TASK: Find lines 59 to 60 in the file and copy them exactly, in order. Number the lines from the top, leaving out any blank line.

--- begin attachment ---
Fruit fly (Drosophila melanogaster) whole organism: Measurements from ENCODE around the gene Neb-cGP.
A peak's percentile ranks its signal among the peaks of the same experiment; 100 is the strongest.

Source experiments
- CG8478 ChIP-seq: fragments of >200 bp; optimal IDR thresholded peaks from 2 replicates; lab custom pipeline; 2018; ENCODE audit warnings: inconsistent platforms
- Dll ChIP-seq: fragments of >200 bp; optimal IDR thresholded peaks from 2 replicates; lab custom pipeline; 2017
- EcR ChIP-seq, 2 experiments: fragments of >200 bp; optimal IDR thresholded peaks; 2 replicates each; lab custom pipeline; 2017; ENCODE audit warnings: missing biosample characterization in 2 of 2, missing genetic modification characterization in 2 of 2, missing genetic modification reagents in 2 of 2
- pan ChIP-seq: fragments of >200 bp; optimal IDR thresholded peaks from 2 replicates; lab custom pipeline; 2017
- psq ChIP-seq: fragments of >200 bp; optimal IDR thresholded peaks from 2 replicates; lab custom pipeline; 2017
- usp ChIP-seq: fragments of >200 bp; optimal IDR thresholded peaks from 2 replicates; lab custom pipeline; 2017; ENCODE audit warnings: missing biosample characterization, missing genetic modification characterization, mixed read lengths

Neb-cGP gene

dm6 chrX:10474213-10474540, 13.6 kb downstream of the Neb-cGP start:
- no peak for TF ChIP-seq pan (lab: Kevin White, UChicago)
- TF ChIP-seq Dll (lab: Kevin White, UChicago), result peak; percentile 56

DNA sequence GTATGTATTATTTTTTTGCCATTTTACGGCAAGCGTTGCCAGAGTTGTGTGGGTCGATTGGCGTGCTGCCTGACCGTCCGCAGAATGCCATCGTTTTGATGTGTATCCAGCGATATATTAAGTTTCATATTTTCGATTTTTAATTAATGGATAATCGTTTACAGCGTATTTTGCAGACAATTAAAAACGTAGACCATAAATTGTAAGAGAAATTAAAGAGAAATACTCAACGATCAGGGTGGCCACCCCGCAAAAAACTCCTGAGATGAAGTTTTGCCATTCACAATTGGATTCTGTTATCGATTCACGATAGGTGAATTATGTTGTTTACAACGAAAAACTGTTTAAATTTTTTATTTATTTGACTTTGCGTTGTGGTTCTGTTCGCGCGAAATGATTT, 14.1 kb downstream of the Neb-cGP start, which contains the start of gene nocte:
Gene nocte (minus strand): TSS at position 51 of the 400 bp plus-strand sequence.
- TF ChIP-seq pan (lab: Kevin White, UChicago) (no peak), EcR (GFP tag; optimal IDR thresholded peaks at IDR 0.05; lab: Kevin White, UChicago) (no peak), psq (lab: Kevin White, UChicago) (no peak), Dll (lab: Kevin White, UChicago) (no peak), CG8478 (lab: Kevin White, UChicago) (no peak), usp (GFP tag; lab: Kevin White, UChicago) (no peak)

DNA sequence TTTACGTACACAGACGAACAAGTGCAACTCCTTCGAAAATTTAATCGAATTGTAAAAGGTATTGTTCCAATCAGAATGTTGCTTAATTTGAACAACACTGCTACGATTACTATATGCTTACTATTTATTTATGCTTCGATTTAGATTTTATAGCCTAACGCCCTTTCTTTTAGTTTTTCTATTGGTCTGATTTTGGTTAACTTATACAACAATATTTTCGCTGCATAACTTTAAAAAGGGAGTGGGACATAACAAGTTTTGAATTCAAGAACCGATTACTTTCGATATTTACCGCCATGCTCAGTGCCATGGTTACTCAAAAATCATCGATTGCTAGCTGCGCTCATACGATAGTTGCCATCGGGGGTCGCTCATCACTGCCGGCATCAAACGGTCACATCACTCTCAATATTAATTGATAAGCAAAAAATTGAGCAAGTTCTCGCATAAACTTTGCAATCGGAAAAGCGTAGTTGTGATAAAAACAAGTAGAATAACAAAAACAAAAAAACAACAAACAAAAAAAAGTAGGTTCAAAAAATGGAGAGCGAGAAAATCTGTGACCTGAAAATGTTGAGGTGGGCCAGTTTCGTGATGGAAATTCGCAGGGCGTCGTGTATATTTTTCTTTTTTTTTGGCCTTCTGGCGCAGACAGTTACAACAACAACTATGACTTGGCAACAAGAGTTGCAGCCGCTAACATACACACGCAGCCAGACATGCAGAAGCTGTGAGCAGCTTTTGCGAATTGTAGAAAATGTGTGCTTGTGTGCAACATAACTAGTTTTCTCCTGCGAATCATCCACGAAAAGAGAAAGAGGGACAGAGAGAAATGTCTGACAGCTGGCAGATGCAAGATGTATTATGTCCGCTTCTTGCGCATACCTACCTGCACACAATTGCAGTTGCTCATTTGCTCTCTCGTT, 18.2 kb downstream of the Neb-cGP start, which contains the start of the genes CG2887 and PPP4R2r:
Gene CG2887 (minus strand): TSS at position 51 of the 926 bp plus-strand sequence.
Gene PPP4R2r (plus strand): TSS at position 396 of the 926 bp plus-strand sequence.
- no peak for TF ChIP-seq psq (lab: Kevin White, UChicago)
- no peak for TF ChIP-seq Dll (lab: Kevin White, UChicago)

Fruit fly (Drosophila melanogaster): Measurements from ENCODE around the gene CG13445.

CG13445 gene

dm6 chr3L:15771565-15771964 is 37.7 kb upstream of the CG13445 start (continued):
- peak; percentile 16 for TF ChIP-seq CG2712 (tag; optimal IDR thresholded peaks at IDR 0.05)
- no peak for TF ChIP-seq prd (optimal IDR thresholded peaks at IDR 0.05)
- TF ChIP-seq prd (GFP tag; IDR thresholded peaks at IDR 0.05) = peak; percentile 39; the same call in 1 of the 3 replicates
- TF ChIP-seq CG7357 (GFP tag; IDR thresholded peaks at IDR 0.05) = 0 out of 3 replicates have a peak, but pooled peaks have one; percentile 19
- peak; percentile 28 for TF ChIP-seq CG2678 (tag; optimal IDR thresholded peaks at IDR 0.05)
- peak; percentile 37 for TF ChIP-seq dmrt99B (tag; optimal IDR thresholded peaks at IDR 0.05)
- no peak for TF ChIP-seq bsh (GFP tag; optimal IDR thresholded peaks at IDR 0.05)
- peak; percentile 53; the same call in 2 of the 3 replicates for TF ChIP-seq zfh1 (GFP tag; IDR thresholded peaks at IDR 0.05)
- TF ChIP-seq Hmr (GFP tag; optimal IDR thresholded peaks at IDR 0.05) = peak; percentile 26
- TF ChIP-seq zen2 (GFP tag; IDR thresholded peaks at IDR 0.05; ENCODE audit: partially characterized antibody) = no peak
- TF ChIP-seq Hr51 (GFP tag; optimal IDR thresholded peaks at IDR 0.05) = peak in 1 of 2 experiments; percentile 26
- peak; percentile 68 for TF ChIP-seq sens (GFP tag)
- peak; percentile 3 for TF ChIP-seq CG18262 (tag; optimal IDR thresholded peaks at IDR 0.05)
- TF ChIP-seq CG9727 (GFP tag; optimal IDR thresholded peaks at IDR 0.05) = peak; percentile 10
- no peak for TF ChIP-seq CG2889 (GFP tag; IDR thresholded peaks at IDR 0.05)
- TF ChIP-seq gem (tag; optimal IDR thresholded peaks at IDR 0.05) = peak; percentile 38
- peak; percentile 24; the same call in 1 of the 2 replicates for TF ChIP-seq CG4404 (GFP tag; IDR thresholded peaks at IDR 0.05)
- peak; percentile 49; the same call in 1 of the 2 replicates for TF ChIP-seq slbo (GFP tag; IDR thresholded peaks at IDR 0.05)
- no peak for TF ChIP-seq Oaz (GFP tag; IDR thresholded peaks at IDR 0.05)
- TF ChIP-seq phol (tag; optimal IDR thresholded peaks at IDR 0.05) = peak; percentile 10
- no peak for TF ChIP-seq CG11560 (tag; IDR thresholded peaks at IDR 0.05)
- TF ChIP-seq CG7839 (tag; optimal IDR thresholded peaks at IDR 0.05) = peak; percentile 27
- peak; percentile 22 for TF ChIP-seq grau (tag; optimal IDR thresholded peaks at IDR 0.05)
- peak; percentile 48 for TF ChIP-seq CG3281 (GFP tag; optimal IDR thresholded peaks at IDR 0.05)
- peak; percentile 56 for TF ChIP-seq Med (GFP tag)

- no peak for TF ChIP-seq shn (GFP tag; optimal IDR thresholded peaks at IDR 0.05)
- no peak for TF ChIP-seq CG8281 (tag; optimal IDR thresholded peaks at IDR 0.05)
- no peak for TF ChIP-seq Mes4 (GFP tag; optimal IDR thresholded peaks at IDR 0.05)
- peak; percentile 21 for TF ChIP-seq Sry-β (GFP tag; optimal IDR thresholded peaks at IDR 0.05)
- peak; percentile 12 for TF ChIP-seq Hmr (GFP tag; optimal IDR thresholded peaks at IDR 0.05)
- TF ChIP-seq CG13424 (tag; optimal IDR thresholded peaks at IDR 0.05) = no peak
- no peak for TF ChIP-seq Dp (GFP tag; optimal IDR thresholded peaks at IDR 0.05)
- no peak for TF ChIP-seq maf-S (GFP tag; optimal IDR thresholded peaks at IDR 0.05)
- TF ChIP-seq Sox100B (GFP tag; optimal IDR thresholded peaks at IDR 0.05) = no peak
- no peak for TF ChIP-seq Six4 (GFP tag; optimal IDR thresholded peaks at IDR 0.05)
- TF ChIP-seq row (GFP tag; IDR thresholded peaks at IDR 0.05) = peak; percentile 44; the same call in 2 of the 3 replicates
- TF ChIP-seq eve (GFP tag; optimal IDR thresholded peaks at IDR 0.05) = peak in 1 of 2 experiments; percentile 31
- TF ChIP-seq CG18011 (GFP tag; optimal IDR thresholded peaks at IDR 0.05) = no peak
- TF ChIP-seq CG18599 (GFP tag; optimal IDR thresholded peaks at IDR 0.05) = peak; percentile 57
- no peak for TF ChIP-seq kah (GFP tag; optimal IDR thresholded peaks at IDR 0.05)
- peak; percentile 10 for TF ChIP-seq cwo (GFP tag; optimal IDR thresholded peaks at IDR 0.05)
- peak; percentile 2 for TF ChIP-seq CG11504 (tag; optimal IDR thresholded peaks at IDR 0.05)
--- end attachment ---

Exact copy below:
- no peak for TF ChIP-seq Six4 (GFP tag; optimal IDR thresholded peaks at IDR 0.05)
- TF ChIP-seq row (GFP tag; IDR thresholded peaks at IDR 0.05) = peak; percentile 44; the same call in 2 of the 3 replicates